Top spy story (from rettznorge)

NYT: Inquiry Finds U.S. Official Set Up Spy Ring in Asia By MARK MAZZETTI Published: October 28, 2010 WASHINGTON — A senior Pentagon official broke Defense Department rules and “deliberately misled” senior generals when he set up a network of private contractors to spy in Afghanistan and Pakistan beginning last year, according to the results of an internal government investigation. One of the companies used a group of American, Afghan and Pakistani agents overseen by Duane Clarridge, a Central Intelligence Agency veteran best known for his role in the Iran-contra scandal. Mr. Clarridge declined to be interviewed.

Officials said that the contractors delivered their intelligence reports via “Hushmail,” an encrypted e-mail service, to an “information operations fusion cell” at a military base at Kabul International Airport. There, the reports were put into classified military computer networks and used either for future military operations or intelligence reports.

The contractors continued their work for weeks after Mr. Gates ordered the investigation, sending dozens of reports to the fusion center. The Pentagon finally let the contract lapse at the end of May.…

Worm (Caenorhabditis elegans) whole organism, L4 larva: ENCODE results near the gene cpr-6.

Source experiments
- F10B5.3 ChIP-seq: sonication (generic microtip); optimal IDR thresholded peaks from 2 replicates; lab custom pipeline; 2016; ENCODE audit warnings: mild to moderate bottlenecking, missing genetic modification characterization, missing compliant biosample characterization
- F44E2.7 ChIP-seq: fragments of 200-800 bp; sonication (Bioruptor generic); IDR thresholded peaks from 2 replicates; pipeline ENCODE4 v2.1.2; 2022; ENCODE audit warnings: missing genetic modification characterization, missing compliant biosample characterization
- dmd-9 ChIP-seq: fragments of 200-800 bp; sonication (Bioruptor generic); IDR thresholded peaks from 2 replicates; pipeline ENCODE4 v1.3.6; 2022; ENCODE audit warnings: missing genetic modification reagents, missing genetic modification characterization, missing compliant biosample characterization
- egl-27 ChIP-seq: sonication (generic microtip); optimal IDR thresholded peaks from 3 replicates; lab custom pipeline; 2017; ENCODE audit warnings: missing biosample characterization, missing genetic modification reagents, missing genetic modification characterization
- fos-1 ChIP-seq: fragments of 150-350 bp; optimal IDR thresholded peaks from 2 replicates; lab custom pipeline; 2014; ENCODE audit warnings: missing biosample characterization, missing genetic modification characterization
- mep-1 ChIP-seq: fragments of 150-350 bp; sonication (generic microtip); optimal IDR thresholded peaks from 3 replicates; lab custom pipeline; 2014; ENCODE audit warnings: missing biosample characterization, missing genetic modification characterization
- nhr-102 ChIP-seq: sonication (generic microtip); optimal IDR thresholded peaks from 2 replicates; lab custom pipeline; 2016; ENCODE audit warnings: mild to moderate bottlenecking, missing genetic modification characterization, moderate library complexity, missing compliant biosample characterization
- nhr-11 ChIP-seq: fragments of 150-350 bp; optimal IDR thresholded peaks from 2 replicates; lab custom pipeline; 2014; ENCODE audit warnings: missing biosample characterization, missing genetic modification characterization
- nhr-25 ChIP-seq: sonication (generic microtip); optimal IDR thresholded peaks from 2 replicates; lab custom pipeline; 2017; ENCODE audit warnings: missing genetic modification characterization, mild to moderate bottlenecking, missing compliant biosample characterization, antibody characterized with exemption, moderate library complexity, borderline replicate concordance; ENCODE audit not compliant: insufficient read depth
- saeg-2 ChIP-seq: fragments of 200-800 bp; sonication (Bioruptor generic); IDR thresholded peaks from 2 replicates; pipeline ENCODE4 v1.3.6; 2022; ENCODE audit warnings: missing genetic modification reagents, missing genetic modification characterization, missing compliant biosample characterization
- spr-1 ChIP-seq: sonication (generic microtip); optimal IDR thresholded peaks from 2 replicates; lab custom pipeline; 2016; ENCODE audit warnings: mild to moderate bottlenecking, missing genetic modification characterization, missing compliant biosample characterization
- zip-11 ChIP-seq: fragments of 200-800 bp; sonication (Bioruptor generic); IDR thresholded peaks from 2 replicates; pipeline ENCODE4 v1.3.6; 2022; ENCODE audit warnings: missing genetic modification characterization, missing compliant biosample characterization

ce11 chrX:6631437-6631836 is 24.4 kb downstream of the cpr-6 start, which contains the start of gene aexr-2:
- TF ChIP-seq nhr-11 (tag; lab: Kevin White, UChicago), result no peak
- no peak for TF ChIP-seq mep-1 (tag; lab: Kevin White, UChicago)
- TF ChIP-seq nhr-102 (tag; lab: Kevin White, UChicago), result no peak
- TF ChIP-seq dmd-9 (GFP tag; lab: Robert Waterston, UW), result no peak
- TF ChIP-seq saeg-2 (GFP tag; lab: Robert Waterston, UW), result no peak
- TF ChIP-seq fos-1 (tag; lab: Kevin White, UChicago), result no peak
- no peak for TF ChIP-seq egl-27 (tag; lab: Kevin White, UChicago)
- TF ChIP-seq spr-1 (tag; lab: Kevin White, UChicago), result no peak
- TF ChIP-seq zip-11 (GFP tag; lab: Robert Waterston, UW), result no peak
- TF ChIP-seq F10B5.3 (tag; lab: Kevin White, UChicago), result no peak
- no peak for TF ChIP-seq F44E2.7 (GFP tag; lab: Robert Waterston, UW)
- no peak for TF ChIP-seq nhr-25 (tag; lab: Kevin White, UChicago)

UniversalNewsreels | 14. sep 2006

1) Col. Rudolf Abel is returned to Brooklyn for arraignment, faces charges, after 9 years of spying

Lockheed U-2
Shot down on 01 May 1960, Powers was held in prison for two years until 1962, when he was exchanged for Soviet Col. Rudolf Abel in the most dramatic East-West spy swap ever to occur in Cold War Berlin. Powers stepped on to the eastern end of the Berlin’s Glienicke Bridge spanning the River Havel on February 10 in 1962. At the other end of the bridge, stood Colonel Rudolf Abel, a heavily muffled Soviet master-spy, seized earlier by US security agents after setting up a red spy network in New York in the late 1950s. At a precisely arranged signal, the two men strode on to the bridge, marching purposefully towards one another, Powers heading westward, Abel eastwards. In the middle of the bridge they passed each other silently, with barely a nod of their heads. That spy-swap operation was to be the forerunner of many such East-West prisoner exchanges to take place on the Glienicke Bridge over the next 27 years in Berlin.